In keeping with the tradition of new and original animated shorts attached to Pixar films comes LOU, which will delight audiences on June 16th when it premieres alongside Cars 3. The two subjects are disconnected in theme and setting, but both LOU and the film that follows are fantastic examples of Pixar back at the top of their game. This short in particular reminds me of some of the shorts from the early 2000’s, like Geri’s Game and Presto.
Set on a school playground and with no dialogue, the best way I can describe LOU is as a guardian spirit of the Lost & Found bin. He comes alive by combining objects from the bin to make a form, which is ever changing. More often than not, he takes on a classic Jim Henson appearance, looking like a Muppet monster in most cases.
The plot involves a bully who is stealing toys from other children. LOU decides to teach the boy a lesson and eventually employs the child to help reconnect kids with their lost treasures. In doing so, the bully learns how to properly connect and engage with his peers. Yeah, it gives you the warm fuzzies deep inside.
What impresses me most about this short is that it’s completely told in pantomime, like many of the classic Pixar shorts before it. This universal approach allows audiences all over the world to experience LOU the exact same way, which is part of what makes it so special. It feels somewhat related to the Toy Story series by virtue of the way LOU comes alive, and even a scene where he is struggling to break free, which calls back to some of Sid’s bizarre creations.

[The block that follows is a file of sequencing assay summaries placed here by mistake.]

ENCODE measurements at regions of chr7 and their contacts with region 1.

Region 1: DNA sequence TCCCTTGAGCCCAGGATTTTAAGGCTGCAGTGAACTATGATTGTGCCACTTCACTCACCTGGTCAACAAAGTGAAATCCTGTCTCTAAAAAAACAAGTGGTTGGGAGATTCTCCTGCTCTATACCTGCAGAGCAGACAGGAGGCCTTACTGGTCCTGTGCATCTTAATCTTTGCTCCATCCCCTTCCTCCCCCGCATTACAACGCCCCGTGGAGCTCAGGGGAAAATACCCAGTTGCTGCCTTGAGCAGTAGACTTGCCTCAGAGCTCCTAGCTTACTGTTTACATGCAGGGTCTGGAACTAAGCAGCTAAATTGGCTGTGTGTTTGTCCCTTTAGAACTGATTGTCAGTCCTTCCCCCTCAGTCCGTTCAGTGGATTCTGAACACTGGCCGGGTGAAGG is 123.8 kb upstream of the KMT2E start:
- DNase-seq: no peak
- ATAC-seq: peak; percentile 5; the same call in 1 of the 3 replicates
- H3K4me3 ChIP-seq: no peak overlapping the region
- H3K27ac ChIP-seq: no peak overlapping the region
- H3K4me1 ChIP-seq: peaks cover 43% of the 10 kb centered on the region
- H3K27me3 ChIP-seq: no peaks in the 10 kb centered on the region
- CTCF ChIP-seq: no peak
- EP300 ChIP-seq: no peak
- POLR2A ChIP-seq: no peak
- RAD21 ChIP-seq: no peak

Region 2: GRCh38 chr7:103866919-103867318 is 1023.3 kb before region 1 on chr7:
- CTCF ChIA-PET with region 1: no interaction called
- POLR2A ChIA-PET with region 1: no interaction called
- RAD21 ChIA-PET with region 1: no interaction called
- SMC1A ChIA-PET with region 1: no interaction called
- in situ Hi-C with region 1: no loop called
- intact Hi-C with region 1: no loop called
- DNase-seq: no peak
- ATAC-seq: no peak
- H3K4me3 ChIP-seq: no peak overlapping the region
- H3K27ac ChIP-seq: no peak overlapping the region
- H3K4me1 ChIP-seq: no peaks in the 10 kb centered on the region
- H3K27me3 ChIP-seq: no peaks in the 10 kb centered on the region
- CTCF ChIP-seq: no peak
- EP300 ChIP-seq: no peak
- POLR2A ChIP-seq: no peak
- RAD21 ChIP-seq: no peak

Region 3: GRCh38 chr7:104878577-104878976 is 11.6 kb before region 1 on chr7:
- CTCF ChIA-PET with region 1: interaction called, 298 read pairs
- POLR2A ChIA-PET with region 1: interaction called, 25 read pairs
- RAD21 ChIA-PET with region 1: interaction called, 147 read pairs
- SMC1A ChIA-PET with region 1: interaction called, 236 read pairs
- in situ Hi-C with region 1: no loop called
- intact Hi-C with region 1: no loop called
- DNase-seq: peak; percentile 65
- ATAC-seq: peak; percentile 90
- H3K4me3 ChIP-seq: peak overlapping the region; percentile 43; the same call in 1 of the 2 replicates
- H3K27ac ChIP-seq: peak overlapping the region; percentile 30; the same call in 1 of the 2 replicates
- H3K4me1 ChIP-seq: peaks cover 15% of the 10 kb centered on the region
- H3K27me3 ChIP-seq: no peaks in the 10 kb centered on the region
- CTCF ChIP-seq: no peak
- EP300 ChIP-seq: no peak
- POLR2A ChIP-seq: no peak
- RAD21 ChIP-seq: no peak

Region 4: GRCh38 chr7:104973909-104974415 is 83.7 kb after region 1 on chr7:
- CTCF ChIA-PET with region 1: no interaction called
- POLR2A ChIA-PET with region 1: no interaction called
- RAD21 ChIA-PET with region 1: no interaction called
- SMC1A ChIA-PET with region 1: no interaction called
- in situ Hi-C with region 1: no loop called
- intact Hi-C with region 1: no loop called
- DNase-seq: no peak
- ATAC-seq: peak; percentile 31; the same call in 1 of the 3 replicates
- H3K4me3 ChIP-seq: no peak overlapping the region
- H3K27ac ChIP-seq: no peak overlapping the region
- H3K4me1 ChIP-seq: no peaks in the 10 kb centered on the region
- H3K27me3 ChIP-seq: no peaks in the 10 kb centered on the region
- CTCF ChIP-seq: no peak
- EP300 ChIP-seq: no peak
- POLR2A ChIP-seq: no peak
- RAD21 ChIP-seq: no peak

Whether you’re a fan of the Cars films or not, there’s a universal appeal to LOU and I would be shocked if anyone out there didn’t fall in love with this short. Full of humor and charm, there’s a lot to love in Disney Pixar’s LOU.
I give LOU 5 out of 5 Cookie Monster Baseball Eyes
Alex has been blogging about Disney films since 2009 after a lifetime of fandom. He joined the Laughing Place team in 2014 and covers films across all of Disney’s brands, including Star Wars, Marvel, and Fox, in addition to books, music, toys, consumer products, and food. You can hear his voice as a member of the Laughing Place Podcast and his face can be seen on Laughing Place’s YouTube channel where he unboxes stuff.